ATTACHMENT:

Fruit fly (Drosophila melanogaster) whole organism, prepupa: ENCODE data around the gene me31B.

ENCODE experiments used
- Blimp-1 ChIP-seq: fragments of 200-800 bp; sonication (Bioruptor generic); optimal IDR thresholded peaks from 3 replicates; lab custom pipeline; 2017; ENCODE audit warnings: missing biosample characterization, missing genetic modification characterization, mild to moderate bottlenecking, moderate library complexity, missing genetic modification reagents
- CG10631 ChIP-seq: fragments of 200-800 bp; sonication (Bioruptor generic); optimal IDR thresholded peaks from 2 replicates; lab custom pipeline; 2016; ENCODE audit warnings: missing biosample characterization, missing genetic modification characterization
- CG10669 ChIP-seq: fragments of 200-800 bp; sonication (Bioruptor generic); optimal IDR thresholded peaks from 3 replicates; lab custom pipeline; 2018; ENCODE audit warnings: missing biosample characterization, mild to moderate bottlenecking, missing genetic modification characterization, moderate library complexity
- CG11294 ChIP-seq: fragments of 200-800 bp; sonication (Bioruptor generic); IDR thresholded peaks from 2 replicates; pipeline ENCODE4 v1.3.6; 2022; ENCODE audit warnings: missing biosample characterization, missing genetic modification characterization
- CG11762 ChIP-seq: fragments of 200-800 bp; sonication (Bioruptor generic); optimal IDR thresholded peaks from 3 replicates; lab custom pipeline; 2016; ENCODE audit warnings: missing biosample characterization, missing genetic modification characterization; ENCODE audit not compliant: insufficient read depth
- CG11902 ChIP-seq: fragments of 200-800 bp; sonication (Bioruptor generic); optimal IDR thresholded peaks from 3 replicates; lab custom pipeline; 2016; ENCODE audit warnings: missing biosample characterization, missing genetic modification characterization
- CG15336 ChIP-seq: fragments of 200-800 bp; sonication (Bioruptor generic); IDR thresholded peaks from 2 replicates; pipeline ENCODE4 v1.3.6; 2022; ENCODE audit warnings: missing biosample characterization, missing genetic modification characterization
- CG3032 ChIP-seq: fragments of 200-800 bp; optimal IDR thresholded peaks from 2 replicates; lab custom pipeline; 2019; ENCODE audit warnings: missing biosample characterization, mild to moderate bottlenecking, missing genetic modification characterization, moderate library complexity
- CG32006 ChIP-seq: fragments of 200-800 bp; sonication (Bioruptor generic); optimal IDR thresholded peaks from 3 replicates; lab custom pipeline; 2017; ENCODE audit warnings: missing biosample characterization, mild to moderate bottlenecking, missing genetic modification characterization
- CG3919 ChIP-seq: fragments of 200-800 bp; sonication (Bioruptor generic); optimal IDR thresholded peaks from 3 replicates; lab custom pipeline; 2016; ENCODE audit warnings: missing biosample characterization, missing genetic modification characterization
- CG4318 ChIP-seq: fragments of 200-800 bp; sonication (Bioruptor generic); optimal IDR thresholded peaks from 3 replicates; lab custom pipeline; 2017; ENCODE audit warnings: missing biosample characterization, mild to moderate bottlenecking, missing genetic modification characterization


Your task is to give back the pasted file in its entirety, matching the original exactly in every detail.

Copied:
Fruit fly (Drosophila melanogaster) whole organism, prepupa: ENCODE data around the gene me31B.

ENCODE experiments used
- Blimp-1 ChIP-seq: fragments of 200-800 bp; sonication (Bioruptor generic); optimal IDR thresholded peaks from 3 replicates; lab custom pipeline; 2017; ENCODE audit warnings: missing biosample characterization, missing genetic modification characterization, mild to moderate bottlenecking, moderate library complexity, missing genetic modification reagents
- CG10631 ChIP-seq: fragments of 200-800 bp; sonication (Bioruptor generic); optimal IDR thresholded peaks from 2 replicates; lab custom pipeline; 2016; ENCODE audit warnings: missing biosample characterization, missing genetic modification characterization
- CG10669 ChIP-seq: fragments of 200-800 bp; sonication (Bioruptor generic); optimal IDR thresholded peaks from 3 replicates; lab custom pipeline; 2018; ENCODE audit warnings: missing biosample characterization, mild to moderate bottlenecking, missing genetic modification characterization, moderate library complexity
- CG11294 ChIP-seq: fragments of 200-800 bp; sonication (Bioruptor generic); IDR thresholded peaks from 2 replicates; pipeline ENCODE4 v1.3.6; 2022; ENCODE audit warnings: missing biosample characterization, missing genetic modification characterization
- CG11762 ChIP-seq: fragments of 200-800 bp; sonication (Bioruptor generic); optimal IDR thresholded peaks from 3 replicates; lab custom pipeline; 2016; ENCODE audit warnings: missing biosample characterization, missing genetic modification characterization; ENCODE audit not compliant: insufficient read depth
- CG11902 ChIP-seq: fragments of 200-800 bp; sonication (Bioruptor generic); optimal IDR thresholded peaks from 3 replicates; lab custom pipeline; 2016; ENCODE audit warnings: missing biosample characterization, missing genetic modification characterization
- CG15336 ChIP-seq: fragments of 200-800 bp; sonication (Bioruptor generic); IDR thresholded peaks from 2 replicates; pipeline ENCODE4 v1.3.6; 2022; ENCODE audit warnings: missing biosample characterization, missing genetic modification characterization
- CG3032 ChIP-seq: fragments of 200-800 bp; optimal IDR thresholded peaks from 2 replicates; lab custom pipeline; 2019; ENCODE audit warnings: missing biosample characterization, mild to moderate bottlenecking, missing genetic modification characterization, moderate library complexity
- CG32006 ChIP-seq: fragments of 200-800 bp; sonication (Bioruptor generic); optimal IDR thresholded peaks from 3 replicates; lab custom pipeline; 2017; ENCODE audit warnings: missing biosample characterization, mild to moderate bottlenecking, missing genetic modification characterization
- CG3919 ChIP-seq: fragments of 200-800 bp; sonication (Bioruptor generic); optimal IDR thresholded peaks from 3 replicates; lab custom pipeline; 2016; ENCODE audit warnings: missing biosample characterization, missing genetic modification characterization
- CG4318 ChIP-seq: fragments of 200-800 bp; sonication (Bioruptor generic); optimal IDR thresholded peaks from 3 replicates; lab custom pipeline; 2017; ENCODE audit warnings: missing biosample characterization, mild to moderate bottlenecking, missing genetic modification characterization